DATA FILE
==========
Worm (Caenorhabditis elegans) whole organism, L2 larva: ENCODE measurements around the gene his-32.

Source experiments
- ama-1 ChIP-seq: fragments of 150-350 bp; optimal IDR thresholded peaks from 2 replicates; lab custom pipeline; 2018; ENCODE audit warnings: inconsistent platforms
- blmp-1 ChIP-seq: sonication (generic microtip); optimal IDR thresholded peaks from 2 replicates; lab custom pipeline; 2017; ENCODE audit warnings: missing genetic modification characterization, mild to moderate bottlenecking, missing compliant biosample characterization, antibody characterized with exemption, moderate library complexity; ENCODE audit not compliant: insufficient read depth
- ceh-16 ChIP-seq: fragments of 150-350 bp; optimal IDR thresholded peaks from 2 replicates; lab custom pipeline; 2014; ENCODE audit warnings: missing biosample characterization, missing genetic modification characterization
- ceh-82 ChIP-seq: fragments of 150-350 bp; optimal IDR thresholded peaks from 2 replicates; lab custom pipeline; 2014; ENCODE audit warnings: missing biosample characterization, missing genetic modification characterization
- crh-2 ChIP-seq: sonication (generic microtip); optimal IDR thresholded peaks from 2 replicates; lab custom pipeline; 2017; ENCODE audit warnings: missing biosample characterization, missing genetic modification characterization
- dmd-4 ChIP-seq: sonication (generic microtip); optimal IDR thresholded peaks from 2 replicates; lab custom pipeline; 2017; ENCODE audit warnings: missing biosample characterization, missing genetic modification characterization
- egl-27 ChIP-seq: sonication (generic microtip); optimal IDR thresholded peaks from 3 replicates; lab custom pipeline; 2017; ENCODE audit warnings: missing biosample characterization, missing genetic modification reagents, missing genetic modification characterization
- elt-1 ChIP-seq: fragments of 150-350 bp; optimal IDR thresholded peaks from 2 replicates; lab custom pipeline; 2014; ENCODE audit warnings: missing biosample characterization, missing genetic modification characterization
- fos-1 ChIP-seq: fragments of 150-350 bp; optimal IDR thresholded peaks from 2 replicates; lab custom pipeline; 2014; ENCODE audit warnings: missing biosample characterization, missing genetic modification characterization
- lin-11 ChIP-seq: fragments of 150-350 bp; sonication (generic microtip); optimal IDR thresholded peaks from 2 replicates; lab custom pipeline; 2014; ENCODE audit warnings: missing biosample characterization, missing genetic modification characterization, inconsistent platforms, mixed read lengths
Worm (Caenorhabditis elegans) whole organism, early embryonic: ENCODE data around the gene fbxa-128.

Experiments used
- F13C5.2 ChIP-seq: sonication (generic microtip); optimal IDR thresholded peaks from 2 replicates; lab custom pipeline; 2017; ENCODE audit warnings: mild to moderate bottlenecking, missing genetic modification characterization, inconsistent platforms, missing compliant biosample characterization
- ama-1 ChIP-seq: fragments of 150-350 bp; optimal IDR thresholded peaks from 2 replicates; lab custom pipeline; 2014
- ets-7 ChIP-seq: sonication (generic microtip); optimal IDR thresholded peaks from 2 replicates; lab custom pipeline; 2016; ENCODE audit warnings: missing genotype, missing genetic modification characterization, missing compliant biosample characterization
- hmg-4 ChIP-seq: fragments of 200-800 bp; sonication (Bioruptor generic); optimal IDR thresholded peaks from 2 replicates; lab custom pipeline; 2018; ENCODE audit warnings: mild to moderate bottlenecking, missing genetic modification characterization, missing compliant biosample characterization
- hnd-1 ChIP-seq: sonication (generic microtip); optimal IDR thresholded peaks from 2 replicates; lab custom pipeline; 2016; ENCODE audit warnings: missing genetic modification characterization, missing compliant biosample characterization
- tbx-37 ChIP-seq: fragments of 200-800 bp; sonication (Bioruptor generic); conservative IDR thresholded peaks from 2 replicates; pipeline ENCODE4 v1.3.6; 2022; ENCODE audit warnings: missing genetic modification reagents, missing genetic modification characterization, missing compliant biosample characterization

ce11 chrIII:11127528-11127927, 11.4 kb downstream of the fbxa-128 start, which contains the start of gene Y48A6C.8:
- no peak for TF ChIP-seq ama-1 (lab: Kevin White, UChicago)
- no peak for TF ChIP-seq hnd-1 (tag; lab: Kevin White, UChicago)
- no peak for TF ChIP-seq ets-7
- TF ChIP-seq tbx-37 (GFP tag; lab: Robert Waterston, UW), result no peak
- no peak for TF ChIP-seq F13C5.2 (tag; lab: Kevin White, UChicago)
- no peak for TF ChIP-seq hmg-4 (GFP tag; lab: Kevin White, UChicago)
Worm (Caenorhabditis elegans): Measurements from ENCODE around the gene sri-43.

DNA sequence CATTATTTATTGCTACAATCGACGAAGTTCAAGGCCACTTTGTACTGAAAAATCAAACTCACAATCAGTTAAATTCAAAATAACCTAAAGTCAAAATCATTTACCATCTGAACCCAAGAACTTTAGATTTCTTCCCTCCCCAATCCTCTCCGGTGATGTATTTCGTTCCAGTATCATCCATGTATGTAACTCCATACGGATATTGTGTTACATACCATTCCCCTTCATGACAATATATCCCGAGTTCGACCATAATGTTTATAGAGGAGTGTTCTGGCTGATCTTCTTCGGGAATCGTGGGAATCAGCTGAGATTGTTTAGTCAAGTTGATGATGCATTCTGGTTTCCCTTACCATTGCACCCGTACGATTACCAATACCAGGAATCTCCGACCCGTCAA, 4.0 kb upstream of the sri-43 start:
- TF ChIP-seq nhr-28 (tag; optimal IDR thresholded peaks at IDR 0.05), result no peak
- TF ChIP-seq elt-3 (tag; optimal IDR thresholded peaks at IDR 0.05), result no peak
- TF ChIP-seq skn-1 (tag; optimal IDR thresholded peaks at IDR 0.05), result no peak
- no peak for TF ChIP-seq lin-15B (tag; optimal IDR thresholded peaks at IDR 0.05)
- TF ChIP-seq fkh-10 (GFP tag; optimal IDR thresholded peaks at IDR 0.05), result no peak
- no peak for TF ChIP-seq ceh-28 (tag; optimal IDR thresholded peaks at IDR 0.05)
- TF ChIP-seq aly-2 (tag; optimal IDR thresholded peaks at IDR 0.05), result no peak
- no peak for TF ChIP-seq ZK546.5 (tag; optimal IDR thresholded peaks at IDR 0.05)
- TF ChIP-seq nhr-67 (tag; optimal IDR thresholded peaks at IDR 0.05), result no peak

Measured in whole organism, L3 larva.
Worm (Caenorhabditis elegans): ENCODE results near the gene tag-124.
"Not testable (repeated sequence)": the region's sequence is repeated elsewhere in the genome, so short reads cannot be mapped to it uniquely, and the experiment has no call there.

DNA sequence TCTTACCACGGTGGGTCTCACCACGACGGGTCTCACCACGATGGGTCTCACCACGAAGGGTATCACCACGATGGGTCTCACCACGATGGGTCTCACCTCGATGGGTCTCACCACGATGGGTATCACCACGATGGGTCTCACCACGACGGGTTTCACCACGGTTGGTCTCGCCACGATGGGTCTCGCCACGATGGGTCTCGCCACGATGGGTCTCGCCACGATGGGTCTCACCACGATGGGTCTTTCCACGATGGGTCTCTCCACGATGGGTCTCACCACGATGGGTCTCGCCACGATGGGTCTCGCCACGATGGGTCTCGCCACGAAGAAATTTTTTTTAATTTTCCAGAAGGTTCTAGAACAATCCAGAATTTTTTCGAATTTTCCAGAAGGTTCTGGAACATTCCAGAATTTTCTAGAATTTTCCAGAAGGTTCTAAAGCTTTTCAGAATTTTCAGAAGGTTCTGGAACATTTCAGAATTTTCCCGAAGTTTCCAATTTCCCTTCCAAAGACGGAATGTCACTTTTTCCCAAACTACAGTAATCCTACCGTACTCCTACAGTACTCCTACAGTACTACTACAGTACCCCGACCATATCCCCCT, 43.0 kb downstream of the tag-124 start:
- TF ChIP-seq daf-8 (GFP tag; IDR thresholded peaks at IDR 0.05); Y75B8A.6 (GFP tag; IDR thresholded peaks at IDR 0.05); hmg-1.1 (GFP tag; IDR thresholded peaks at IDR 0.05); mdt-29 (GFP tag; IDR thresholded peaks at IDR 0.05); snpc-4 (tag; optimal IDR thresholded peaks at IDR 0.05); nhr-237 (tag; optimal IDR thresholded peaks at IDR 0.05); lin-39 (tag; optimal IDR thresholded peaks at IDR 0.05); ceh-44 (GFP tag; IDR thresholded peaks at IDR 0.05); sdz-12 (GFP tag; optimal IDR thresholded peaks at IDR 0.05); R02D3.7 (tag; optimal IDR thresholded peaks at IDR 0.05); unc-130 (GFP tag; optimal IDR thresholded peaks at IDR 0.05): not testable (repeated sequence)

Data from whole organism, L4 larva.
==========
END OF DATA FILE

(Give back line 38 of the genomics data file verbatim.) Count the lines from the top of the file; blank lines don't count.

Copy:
- TF ChIP-seq nhr-67 (tag; optimal IDR thresholded peaks at IDR 0.05), result no peak